When products are mass produced, there are “economies of scale” that results in the per unit price being reduced. However, in the early stages of a product’s development, the product runs are typically small. There are a number of reasons for this. The first reason is that the product is still in development and changes are being made. The second reason is that most inventors have limited resources, they cannot afford to produce in mass quantities. The third reason is that it has not, as yet, been confirmed that there is a market for the product. The inventor does not want to end up with 10 boxes full of products gathering dust in the garage.
In order to survive in the early stages, the inventor must look for ways to test the market for the new product that will see the inventor receiving a higher return which will offset the higher cost of producing products in small runs. Selling the product on a website dedicated to the product is the modern answer to that dilemma. However, while the internet allows the inventor to potentially reach a global audience, products can become lost on the internet. The most effective way to interact with the buying public while retaining most of the sales proceeds is still at small venues; what are commonly referred to as farmers markets, flea markets, and craft sales. The public vote with their dollars. If they do not have an interest in your product, that will be painfully apparent and you will barely recoup the cost of your market stall. If there is a lot of activity, the public will tell you if the price is too high or it will become apparent by poor sales numbers. I hope that the foregoing will give you a new perspective. The Xmas craft sales season is upon us. If you see a new and innovative product as you wander around the craft sales, I hope you will remember this article and treat the vendor with respect. He or she may be a budding entrepreneur who is merely passing through a test market stage on the way to greater success.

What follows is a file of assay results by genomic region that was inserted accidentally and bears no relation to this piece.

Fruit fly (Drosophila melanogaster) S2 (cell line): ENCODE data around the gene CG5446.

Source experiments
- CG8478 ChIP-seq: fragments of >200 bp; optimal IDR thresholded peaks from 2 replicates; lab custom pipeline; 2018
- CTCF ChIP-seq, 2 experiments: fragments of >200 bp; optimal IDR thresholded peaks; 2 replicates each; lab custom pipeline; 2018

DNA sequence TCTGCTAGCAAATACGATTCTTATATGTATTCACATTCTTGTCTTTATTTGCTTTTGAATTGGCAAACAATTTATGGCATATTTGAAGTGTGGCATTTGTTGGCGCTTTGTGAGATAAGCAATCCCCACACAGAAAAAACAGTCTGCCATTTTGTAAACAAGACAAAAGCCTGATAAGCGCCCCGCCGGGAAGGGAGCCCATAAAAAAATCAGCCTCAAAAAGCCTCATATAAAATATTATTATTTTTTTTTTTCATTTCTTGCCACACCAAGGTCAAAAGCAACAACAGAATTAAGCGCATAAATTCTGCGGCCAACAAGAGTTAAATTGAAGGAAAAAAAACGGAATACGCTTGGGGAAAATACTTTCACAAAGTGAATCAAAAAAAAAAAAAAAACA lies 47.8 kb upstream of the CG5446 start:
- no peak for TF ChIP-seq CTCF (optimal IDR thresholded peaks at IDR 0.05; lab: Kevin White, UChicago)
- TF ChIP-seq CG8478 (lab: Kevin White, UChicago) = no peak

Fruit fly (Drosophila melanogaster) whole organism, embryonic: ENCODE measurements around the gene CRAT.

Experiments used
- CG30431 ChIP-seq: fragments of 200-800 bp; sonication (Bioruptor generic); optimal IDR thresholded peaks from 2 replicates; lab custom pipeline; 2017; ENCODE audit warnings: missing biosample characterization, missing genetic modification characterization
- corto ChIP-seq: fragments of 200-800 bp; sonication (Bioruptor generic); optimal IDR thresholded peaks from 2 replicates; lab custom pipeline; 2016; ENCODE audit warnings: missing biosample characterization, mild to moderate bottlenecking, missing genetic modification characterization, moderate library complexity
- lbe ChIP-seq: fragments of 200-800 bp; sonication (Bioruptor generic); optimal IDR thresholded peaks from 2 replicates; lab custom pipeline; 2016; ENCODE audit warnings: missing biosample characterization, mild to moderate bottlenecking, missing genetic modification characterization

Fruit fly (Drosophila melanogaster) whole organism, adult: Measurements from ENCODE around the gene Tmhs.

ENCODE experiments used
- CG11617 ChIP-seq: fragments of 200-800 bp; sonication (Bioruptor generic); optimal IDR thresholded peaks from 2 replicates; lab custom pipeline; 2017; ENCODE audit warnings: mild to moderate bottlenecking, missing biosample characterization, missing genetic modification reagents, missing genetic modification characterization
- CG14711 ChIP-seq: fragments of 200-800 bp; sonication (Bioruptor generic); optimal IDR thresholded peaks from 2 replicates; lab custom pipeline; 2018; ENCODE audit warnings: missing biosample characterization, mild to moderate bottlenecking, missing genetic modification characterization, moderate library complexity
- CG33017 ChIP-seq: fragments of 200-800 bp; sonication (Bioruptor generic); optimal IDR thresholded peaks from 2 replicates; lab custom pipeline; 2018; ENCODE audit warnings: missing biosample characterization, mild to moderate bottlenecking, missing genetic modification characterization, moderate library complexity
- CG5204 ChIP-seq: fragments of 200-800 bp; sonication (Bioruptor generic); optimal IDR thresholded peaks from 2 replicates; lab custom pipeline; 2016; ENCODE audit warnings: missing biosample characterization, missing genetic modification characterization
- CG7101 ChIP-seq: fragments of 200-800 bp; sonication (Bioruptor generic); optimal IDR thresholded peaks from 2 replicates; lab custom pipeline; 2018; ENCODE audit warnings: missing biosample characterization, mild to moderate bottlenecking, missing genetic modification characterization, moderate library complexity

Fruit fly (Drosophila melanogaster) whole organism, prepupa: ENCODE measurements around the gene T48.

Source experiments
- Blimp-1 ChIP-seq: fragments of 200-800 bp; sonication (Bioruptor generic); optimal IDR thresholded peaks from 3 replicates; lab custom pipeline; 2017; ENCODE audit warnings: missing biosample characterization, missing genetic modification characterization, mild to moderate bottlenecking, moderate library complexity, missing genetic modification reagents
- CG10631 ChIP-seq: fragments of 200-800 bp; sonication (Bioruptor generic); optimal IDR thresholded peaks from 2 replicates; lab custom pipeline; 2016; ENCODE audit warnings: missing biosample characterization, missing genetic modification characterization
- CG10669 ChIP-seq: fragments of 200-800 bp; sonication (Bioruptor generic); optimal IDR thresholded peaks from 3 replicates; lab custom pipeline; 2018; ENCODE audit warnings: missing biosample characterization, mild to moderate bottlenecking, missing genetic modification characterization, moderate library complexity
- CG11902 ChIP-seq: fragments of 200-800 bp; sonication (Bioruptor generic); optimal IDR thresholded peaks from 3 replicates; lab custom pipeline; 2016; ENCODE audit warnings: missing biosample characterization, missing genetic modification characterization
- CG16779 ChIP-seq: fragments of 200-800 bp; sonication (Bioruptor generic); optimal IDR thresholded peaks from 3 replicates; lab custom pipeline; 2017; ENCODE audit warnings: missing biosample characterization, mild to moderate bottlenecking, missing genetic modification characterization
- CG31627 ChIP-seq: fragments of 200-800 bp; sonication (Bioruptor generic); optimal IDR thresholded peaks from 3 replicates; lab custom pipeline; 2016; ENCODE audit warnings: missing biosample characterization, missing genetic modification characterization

What It Takes To Be Successful

I have worked for a number of persons who established new businesses and, eventually, became multi-millionaires. This gives me some insight as to what it takes to become successful. Any advice I may give in this article must be taken with a grain of salt for, although I am modestly successful, I am not in the same league as the successful clients of whom I speak. Contrary to popular opinion, hard work is not enough. My successful clients studied trends in the industries they served. They then surmised that there would be an ever increasing demand for a particular group of products or services, should that trend continue. When they guessed correctly, they rode the “wave” of that trend to success. The greater the impact of the trend on the industry, the greater the degree of success. As my client/friend, Bill, puts it “We planned carefully and I knew we were going to be successful, but I had no idea that we would be this successful”.

For Bill, the trend hit stronger than he had imagined and carried his business to heights beyond his wildest dreams. What if the trend does not materialize to the extent you imagined? Another client, Steve, built his business on a need for products and methodologies for the non-destructive testing of integrated circuits. Unfortunately, there was a downturn in the sector and his potential market dried up. Steve had to either shut down the business or refocus. He took stock of the sensor technologies he had developed for the purpose of non-destructive testing and has now refocused selling sensor technologies for the purpose of wireless equipment condition monitoring.